|Killer Clans (1976)|
Fei Ai, Kwok Kuen Chan, Shen Chan, Dannie Lee, Ku Feng, Lo Lieh
Often times, I never know exactly why a film makes it to my “to-watch list.” Occasionally, when I look at the queue of movies that are lined up for me to watch, I find something that I honestly have no memory of. Sometimes, I am such a base-level viewer that i will watch a movie for no other reason than it has a “cool” sounding name. I’m not afraid to admit this fact either, because I suspect that I am not alone. While these movies have a 50/50% shot of being good or bad, their initial reason for ever coming to my attention is their cool names. Killer Clans is a title that has been on my list of martial art movies to search out for an extended period of time, and I believe the initial reason I was drew to it was because of that name. Directed by Chor Yuen, the movie has a decent cast, but nothing that will blow away audiences. Chor Yuen is a filmmaker who I only have a passing familiarity with, and from the main cast the biggest name in the west would have to be Lo Lieh. Yet, Lo Lieh has a small role in the grand scheme of things. So, without having any big selling points, it all seems to point back to the title “Killer Clans.” Sounding like a film that would feature a guaranteed body count and potentially scenes of grand warfare, the film does have a pretty solid name going for it. Ultimately, what will make this of interest is not the star power that the movie delivers, but instead I would say that Killer Clans is an interesting kung fu film that borders upon going into exploitation. While not splattering the walls with sleaze, Killer Clans stands out as a harder edge piece of mayhem from the Shaw library.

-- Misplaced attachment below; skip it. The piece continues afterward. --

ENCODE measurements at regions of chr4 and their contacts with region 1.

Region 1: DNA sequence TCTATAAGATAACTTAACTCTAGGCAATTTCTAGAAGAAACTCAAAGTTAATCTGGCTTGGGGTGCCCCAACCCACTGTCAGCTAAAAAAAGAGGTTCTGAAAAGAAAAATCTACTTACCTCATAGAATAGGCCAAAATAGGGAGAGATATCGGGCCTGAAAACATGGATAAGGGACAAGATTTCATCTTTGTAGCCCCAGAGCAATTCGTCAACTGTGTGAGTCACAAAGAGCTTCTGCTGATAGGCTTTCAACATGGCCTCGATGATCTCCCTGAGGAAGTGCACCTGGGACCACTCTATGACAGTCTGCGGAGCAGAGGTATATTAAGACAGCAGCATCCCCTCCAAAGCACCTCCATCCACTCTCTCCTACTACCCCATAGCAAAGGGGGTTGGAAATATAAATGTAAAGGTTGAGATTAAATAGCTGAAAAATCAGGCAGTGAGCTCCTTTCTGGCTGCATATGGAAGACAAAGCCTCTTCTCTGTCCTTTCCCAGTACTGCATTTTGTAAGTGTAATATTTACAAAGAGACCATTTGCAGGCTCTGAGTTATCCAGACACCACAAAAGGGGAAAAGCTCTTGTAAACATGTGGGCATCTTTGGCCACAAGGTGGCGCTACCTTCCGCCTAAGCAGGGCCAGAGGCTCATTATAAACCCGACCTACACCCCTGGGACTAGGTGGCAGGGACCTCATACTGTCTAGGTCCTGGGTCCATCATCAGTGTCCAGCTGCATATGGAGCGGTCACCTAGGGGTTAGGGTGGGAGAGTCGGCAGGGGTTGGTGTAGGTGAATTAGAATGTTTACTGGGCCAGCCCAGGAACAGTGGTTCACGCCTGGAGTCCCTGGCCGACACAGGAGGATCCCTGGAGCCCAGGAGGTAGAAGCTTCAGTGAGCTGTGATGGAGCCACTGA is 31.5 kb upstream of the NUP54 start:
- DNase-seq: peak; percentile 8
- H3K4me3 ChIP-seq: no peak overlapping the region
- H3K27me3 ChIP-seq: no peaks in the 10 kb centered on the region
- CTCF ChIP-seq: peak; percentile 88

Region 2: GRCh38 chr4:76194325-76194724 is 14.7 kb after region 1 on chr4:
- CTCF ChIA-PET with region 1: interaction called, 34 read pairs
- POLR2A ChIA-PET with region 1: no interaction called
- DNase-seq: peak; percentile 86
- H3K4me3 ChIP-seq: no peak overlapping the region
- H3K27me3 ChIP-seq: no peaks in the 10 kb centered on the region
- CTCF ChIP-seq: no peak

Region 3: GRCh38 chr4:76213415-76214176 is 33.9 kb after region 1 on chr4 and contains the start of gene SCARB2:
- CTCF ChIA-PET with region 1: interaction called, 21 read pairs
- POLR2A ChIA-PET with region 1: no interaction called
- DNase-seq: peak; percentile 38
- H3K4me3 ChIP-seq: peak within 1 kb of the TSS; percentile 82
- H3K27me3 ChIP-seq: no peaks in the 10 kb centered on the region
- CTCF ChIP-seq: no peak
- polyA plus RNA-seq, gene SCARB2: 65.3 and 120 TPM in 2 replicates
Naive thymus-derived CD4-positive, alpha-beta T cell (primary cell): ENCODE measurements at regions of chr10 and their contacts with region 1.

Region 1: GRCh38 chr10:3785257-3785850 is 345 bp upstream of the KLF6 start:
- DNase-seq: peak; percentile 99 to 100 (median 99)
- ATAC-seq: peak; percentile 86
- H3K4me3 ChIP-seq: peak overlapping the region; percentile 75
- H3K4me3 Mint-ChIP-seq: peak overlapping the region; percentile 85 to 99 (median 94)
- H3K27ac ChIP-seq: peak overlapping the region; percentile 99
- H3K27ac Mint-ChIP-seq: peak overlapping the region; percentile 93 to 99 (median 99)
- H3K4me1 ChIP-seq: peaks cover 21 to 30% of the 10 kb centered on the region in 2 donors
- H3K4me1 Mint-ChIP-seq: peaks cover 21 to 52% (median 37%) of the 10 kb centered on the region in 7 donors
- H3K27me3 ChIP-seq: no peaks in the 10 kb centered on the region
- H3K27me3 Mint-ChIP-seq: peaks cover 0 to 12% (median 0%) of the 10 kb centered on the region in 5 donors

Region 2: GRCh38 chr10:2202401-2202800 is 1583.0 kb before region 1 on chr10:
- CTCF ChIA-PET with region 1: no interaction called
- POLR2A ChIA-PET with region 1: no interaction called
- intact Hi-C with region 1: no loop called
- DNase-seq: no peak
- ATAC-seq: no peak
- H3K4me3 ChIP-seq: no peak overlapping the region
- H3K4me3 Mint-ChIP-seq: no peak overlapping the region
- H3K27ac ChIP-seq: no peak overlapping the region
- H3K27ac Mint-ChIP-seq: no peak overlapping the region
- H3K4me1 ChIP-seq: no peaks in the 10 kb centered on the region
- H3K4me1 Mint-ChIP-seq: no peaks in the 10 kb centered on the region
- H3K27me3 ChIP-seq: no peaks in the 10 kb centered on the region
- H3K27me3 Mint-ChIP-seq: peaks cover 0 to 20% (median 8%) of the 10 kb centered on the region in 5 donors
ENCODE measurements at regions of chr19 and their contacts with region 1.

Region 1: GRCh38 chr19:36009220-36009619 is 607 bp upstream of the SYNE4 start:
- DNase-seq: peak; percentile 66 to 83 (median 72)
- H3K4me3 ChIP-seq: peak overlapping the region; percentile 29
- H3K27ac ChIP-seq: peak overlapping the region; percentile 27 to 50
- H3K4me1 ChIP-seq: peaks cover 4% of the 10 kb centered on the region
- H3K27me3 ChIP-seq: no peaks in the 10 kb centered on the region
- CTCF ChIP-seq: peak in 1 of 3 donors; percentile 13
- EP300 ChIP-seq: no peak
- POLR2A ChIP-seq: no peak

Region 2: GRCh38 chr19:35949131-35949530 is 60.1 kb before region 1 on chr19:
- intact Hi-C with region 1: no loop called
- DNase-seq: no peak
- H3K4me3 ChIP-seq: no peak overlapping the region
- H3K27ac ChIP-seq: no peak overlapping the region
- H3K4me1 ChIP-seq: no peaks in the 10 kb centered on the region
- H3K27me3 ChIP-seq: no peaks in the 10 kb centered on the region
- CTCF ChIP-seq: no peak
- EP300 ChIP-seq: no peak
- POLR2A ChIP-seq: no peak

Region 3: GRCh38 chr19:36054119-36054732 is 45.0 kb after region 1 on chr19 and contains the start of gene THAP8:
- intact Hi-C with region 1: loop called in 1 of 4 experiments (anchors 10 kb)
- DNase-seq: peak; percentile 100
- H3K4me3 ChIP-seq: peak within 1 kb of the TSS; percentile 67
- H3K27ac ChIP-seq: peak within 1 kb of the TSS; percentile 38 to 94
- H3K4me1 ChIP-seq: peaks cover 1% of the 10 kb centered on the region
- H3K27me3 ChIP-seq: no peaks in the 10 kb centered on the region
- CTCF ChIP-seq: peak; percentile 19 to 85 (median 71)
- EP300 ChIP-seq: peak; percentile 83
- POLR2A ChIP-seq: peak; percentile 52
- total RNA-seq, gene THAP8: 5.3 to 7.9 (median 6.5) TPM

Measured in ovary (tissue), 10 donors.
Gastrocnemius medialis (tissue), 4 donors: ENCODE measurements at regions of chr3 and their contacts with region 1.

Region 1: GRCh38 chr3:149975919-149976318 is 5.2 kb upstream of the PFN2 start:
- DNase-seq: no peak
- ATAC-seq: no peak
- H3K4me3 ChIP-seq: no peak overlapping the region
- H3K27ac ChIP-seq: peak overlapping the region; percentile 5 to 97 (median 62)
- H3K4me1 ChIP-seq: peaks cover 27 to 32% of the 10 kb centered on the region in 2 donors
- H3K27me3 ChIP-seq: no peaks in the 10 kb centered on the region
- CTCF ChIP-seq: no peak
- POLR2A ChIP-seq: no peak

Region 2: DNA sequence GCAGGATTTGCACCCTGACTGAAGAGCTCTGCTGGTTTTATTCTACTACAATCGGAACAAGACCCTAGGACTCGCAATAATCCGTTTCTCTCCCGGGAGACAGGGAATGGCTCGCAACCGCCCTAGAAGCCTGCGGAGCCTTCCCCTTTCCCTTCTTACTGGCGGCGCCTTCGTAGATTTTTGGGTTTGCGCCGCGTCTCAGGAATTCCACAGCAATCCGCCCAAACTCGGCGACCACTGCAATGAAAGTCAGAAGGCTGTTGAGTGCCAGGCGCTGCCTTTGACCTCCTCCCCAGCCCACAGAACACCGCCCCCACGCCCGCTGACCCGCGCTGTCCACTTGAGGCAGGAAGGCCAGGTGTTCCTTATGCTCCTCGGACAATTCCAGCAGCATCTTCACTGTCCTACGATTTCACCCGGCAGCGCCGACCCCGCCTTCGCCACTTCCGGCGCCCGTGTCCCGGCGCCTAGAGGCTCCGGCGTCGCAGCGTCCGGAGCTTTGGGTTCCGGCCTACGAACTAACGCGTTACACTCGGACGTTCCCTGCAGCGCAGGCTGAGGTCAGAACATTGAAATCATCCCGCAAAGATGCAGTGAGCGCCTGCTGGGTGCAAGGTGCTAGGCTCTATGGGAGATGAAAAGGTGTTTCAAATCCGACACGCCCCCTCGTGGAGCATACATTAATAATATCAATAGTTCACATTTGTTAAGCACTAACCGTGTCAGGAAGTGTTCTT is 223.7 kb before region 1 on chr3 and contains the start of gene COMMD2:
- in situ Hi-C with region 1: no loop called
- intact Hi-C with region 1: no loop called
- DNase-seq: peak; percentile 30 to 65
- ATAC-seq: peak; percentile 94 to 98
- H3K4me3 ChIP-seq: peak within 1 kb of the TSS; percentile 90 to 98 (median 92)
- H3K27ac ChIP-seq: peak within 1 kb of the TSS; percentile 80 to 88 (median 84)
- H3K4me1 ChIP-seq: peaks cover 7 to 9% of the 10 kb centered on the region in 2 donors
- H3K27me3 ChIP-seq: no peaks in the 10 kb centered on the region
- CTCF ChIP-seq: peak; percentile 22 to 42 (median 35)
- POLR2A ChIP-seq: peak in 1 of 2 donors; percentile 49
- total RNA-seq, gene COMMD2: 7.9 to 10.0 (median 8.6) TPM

I don’t mean to paint a picture of Killer Clans as if it were The Story of Ricky. Indeed, it hardly rounds out the top twenty bloodiest kung fu films from the Shaw library. Still, for a Shaw Bros. film produced during the mid-seventies, nudity and extreme violence weren’t always the norm. Sure, Chang Cheh was capable of delivering a solid number of gory martial arts films, but the combination is enough to bring about a mild case of sensory overload. Especially during the formative scenes within Killer Clans. Indeed, the movie almost opens up with a mild dose of violence which is followed by some dry humping and an exposed pair of breasts. Later on in the film, there is more nudity, an implied rape sequence, a decapitated head, and a mildly disturbed scene involving a family committing suicide. In the scenes where you expect director Chor Yuen to have his camera cut away, he lingers on and focuses on giving the entire story. While many of these elements are tame by today’s standards, while watching Killer Clans one can’t help but wonder exactly how daring a production it might have been for its time and culture. From everything that I have read, it was apparently a large success for the Shaws. So, either the exploitation worked for promoting the film, or it was starting to become the norm for audiences when heading to the theater during the late seventies.